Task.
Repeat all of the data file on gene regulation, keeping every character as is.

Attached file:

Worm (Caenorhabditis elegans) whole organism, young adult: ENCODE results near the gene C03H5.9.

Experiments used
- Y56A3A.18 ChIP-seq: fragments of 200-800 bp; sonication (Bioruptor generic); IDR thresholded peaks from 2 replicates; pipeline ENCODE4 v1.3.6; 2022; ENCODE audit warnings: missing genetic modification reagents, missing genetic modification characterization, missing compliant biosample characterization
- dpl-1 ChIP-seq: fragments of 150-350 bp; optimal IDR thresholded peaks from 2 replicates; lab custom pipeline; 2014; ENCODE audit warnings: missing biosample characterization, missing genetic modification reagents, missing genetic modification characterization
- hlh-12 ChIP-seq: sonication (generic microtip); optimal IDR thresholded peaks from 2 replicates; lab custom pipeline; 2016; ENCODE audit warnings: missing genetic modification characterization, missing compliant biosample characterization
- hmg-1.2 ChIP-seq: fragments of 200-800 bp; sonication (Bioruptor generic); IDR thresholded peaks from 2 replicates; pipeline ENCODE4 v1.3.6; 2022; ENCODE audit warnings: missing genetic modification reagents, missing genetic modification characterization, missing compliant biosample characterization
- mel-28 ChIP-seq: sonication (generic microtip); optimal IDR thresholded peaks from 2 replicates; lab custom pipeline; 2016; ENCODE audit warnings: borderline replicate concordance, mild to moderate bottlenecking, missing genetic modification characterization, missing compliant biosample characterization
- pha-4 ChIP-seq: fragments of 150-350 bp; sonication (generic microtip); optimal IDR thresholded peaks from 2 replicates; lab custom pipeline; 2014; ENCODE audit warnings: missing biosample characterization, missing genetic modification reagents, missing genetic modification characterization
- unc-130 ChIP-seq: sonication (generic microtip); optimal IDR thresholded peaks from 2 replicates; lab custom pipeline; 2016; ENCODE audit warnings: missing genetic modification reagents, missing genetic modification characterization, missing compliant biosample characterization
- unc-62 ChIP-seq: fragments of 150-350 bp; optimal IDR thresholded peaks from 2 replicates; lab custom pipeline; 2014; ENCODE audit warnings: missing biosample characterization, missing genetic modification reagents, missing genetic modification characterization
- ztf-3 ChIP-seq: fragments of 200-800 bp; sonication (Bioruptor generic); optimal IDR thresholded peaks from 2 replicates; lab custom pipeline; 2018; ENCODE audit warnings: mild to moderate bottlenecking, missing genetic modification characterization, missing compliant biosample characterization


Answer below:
Worm (Caenorhabditis elegans) whole organism, young adult: ENCODE results near the gene C03H5.9.

Experiments used
- Y56A3A.18 ChIP-seq: fragments of 200-800 bp; sonication (Bioruptor generic); IDR thresholded peaks from 2 replicates; pipeline ENCODE4 v1.3.6; 2022; ENCODE audit warnings: missing genetic modification reagents, missing genetic modification characterization, missing compliant biosample characterization
- dpl-1 ChIP-seq: fragments of 150-350 bp; optimal IDR thresholded peaks from 2 replicates; lab custom pipeline; 2014; ENCODE audit warnings: missing biosample characterization, missing genetic modification reagents, missing genetic modification characterization
- hlh-12 ChIP-seq: sonication (generic microtip); optimal IDR thresholded peaks from 2 replicates; lab custom pipeline; 2016; ENCODE audit warnings: missing genetic modification characterization, missing compliant biosample characterization
- hmg-1.2 ChIP-seq: fragments of 200-800 bp; sonication (Bioruptor generic); IDR thresholded peaks from 2 replicates; pipeline ENCODE4 v1.3.6; 2022; ENCODE audit warnings: missing genetic modification reagents, missing genetic modification characterization, missing compliant biosample characterization
- mel-28 ChIP-seq: sonication (generic microtip); optimal IDR thresholded peaks from 2 replicates; lab custom pipeline; 2016; ENCODE audit warnings: borderline replicate concordance, mild to moderate bottlenecking, missing genetic modification characterization, missing compliant biosample characterization
- pha-4 ChIP-seq: fragments of 150-350 bp; sonication (generic microtip); optimal IDR thresholded peaks from 2 replicates; lab custom pipeline; 2014; ENCODE audit warnings: missing biosample characterization, missing genetic modification reagents, missing genetic modification characterization
- unc-130 ChIP-seq: sonication (generic microtip); optimal IDR thresholded peaks from 2 replicates; lab custom pipeline; 2016; ENCODE audit warnings: missing genetic modification reagents, missing genetic modification characterization, missing compliant biosample characterization
- unc-62 ChIP-seq: fragments of 150-350 bp; optimal IDR thresholded peaks from 2 replicates; lab custom pipeline; 2014; ENCODE audit warnings: missing biosample characterization, missing genetic modification reagents, missing genetic modification characterization
- ztf-3 ChIP-seq: fragments of 200-800 bp; sonication (Bioruptor generic); optimal IDR thresholded peaks from 2 replicates; lab custom pipeline; 2018; ENCODE audit warnings: mild to moderate bottlenecking, missing genetic modification characterization, missing compliant biosample characterization